Diary of an Adventure

Leisure Isle Adventures

Three hour, slow grilled, pork on the Weber. The last two hours were cooked in Arra Voignier, which I had no idea about. Scrumtious. Voignier the magic ingredient?

Sneezing while painting, creates a special brand of mess, as paint flies all over the show. Perhaps, as John suggested, a new art form; Sneeze-ism.

Spring wildflowers emerging from the canvas. A kaleidoscope of colours. I chose an intermediate canvas size (90x60cm) as there seemed too much going on for a small painting, yet the larger canvas would have meant abnormally large pincushion protea. 

Amongst the mush of colour, botanically, the Arum Lily and Pincushion Protea are somewhat identifiable. A tad more imagination is needed for the purple Bloukappie, and yellow Cape Honeysuckle. Red forest berries hidden between pink and white Jasmine.

Senza, at East Head. A magic spot for a drink with the waves breaking at your feet. The reflections, and changing colours on the rocks as the sun sets are magnificent. 

Twisted my knee carrying Polly down the stairs isn’t the cleverest thing I have done.

Storm doing its best to shake the house as thunder rolls down from the mountains. Polly, unimpressed, and we have put her in her mobi-kennel to try and calm her. My ‘storm-tossed’ baby chicken on the weber survived. 

Excited to see the painting heading to Brisbane, in its shipping rate ready for the flight.


Sunshine start to the day, with appointments to finalize issues like paint colours for the apartment. 

There are specific colour schemes one can use to paint the outside of the unit, which have been selected to tone in with the colours of the wet land. Specific care was taken to ensure that how they reflect in the lagoon remains harmonious. Quite amazing to see the sheets of carefully prepared colour combinations. After much deliberation, we are going to go for a white pallet, that isn’t actually white!

The ceilings are in, kitchen walls sorted and they are ready to start the tiling. We have the quote to change the windows in the studio, and I will need to sell a bunch more paintings to cover costs that always seem higher than expected, with structural complications making what seemed simple tricky.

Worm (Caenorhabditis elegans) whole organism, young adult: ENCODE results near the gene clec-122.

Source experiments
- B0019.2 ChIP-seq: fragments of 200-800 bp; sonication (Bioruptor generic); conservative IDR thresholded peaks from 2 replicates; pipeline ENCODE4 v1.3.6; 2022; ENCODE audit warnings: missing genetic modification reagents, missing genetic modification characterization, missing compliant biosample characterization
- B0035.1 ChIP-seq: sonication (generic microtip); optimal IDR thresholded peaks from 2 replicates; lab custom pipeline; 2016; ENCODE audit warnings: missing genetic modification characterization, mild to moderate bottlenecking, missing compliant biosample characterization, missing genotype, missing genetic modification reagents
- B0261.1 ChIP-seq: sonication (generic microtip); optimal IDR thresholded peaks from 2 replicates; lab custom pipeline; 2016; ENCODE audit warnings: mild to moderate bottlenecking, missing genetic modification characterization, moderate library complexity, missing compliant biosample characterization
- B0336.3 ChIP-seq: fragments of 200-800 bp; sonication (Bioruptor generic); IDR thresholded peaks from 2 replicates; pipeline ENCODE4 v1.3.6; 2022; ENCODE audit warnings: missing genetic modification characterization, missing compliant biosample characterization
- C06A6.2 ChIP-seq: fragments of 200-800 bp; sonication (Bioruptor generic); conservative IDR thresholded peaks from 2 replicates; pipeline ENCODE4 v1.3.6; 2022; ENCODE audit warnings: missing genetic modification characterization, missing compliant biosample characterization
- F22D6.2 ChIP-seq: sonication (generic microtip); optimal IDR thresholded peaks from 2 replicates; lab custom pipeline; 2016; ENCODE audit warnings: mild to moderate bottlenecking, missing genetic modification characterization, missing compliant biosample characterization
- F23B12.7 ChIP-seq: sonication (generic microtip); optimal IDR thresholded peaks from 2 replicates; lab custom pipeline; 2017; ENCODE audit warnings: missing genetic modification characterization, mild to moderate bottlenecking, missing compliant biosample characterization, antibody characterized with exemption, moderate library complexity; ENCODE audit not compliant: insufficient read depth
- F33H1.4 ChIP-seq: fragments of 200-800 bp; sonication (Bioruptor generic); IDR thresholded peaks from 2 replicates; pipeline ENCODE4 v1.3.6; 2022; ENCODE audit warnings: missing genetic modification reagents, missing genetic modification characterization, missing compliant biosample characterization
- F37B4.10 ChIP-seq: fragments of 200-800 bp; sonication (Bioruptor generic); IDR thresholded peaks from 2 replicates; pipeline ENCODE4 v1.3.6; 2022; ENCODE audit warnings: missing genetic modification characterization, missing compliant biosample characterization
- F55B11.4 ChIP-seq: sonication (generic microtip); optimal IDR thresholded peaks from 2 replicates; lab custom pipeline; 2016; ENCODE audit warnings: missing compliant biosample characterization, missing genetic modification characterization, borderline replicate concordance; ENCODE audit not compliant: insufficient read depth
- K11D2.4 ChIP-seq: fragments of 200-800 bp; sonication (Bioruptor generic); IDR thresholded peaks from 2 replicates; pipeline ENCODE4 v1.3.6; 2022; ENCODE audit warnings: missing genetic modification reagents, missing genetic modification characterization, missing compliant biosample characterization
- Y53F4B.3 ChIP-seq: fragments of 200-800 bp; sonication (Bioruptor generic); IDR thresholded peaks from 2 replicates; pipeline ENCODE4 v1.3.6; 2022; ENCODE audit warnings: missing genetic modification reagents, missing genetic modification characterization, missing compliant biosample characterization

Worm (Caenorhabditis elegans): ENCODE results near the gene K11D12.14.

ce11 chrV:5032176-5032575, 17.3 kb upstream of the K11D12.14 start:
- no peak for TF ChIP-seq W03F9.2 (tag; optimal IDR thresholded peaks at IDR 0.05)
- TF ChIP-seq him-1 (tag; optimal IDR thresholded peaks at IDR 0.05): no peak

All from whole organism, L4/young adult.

As nothing says “Now we braai ” quite like a T-Bone steak, as a birthday treat, Coreta showed me her technique. Note that this is not for the timid, and it definitely helps if there are beers available for the chef! 

The steaks were outstanding and worth all the effort. Terry did couchette blinis with cream cheese and smoked salmon as a starter. We had thin green beans with the steaks and tiramisu for dessert. A birthday treat.

Coreta’s Weber grilled T-Bone steak 
The starting point, large steaks (600-800grams) individually vacuum packed and kept in the fridge for 3 weeks. I didn’t have that much time, but we did manage to get aged steak. Three hours before cooking, take the steaks out and rub with a small quantity of olive oil and Rosemary. Put the steaks into a plastic ziplock bag to reach room temperature.

Before cooking make a hot, direct, weber fire. Take each steak and cut one third of the way through the meat next to the bone on both sides. Trim any surplus fat from the ends of the steaks and skewer them together with metal skewers, to form a ‘steak-pack’, with the bones are aligned.

Separate the coals into a hot and cooler section and place the steaks over t he cooler section of the fire so the bone side is closest to the fire. Drink beer.

After a few minutes rotate the steak-pack, so the fat side is closet to the fire. Drink beer. Remove the pack from the fire which will flare with the fat from the steaks. Drink beer. When the fire dampens down, put the pack back on the fire on the opposite side. Drink beer.

Repeat the turning process, being cautious of the bone which will be hot. Particularly as your hands are also being roasted on the hot fire. The rotating process is continued for approximately twenty minutes, until the edges are caramalised.

Spread the hot coals, remove the skewers and lie the steaks down. Drink beer. Turn the steaks over after a few minutes and then remove from the fire.

Cut the fillet and sirloin from the bone and put the bones back over the fire while eating, remembering to turn them every five minutes. Remove the bones when ready to eat, or when the edges are crispy.

Messing About with Paint

Spring Wild Flowers

Oil on Canvas 90cmx60cm
Spring wildflowers emerging from the canvas. A kaleidoscope of colours. I chose an intermediate canvas size (90x60cm) as there seemed too much going on for a small painting, yet the larger canvas would have meant abnormally large pincushion protea.
Amongst the mush of colour, botanically, the Arum Lily and Pincushion Protea are somewhat identifiable. A tad more imagination is needed for the purple Bloukappie, and yellow Cape Honeysuckle. Red forest berries hidden between pink and white Jasmine.

Childe Hassam

Lillie (Lillie Langtry)
ca. 1898